Opera Philadelphia

Q & A with Joseph Keckler on the Intersection of Life, Death, and Opera

By Opera Philadelphia

How did you develop an interest in opera? 

As a listener, I was always interested in voices. First in soul, jazz, and blues voices, then in actors who voiced old cartoons, then in rock voices with theatrical flair. At some point I wanted to be a singer. I dreamed of fronting a band and yet that idea seemed kind of rote to me too, at that moment in time. I started taking voice lessons and was suddenly pulled into a training that involved this whole other classical art form and I was so attracted to the discipline of it, and also the sensuality of it. The otherworldly quality.

The first opera I was ever into was Dido and Aeneas. As a kind of teen goth, I would sit in my room listening to Dido and Aeneas, the Jessye Norman recording, over and over again.


What inspired Let Me Die? 

This is a project that incorporates a bunch of operatic death sequences. I think the impulse for this was probably present for me at a young age. I think as many children do, I enjoyed pretending to die, as a child, and pretending to be dead. I would go out in the front yard and put my tricycle on top of myself and pretend that I’d been in a terrible accident until somebody driving by would stop and ask if I was okay, and that was the end.  


How often did this happen?

I don’t know how often it happened, but it was definitely formative.   


But somebody always stopped to check on you? 

I think they did. In my mind, I had invented that, in a performance art way, that was the end of the performance. Otherwise the performance didn’t have an end. Somebody had to stop and ask if I was okay, and then I would say yes. There was no drama after that.

What do you think they thought as they continued on their way? 

I don’t know. They probably just thought, that kid’s a piece of work.

So, I think this project is fueled by a similar impulse. I thought about how, in tragic operas, the death is the event you anticipate for the whole opera, the event up to which we are building. So why not just take that event and let it occur right away? And do it again, and again, and again. 

When you start to study voice, one of the first songs that a lot of people are given, and I was given, is Lasciatemi morire, “Let Me Die.” I like this idea that somehow if you’re a student of opera, of voice, you have to be sort of a student of dying. And that’s where I took the title of this from, is from that aria, which is also the only existing part of the Monteverdi opera. The rest of the opera has been lost, except for an extended sequence, the center of which is that aria, the lament of Ariadne, who is stranded on the island of Naxos. I liked that conceptual rhyming – that she is lost, bereft, stranded, and the aria also stranded. It has survived its own context. So, what if all the rest of the operas were lost, but all the deaths survived?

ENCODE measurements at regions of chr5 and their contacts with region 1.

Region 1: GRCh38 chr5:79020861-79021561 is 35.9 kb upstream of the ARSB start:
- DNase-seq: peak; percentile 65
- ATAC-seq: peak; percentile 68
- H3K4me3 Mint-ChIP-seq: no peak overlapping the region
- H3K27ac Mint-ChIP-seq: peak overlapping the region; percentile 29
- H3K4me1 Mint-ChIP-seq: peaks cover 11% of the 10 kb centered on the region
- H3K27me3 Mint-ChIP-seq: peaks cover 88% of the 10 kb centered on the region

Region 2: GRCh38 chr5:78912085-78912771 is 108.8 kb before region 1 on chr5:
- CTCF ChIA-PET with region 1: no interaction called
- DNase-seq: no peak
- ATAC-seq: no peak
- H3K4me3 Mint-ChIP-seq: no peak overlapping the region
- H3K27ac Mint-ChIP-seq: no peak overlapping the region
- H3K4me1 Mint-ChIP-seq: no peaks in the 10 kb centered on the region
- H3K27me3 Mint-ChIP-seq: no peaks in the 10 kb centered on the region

Why do you think it is opera is so fascinated with death?

Tragedy does seem to be at the center of the art form. There are lots of delightful operas that don’t really surround death, but somehow as an art form it seems tragedy is its strong suit.  


Without giving too much away, can you tell us any of the scenes that will be making an appearance in Let Me Die?

Well, there are a lot of old chestnuts, a lot of favorites, a lot of greatest hits in there. This is all subject to change. And I also don’t want to say – it’s sort of morbid and perverse if people are coming – “well, I love watching Carmen die and I can’t wait to see her die again.” 

Tosca’s death might be done, but it might just last a few seconds. Carmen may be in there. Butterfly may be in there. Turandot may be in there, but it might just be a line from that. Sometimes we’re taking lines that are surrounding the death, but maybe we don’t see Mimì die, but we hear the plaintive “Mimì” when that theme comes in. 

Maybe Elektra is in there, but kind of joined with Salome, and maybe Salome is going to participate in Elektra’s dance. Maybe Azucena and Medea are trading stories, like they’re in a support group together. It’s not all hits. We’re going into weird corners of the repertoire to pull out certain moments as well. 


Was it your intent to appeal to a very broad opera audience? Because it really feels like, in a way, this has something or everyone.

In most of what I do – and this is a departure for me –but in most of what I do I tend to be a kind of diplomat between different areas of culture. I move through art, comedy, music…

[Let Me Die] will be interesting for opera audiences because there’s a lot of familiarity there and it’s a kind of, hopefully, fun and maybe subversive and an interesting proposition to do all these deaths, and I think it would be rich in a particular way for people who really know that work. I’m sure it will be ridiculous but I also hope it will be sublime.


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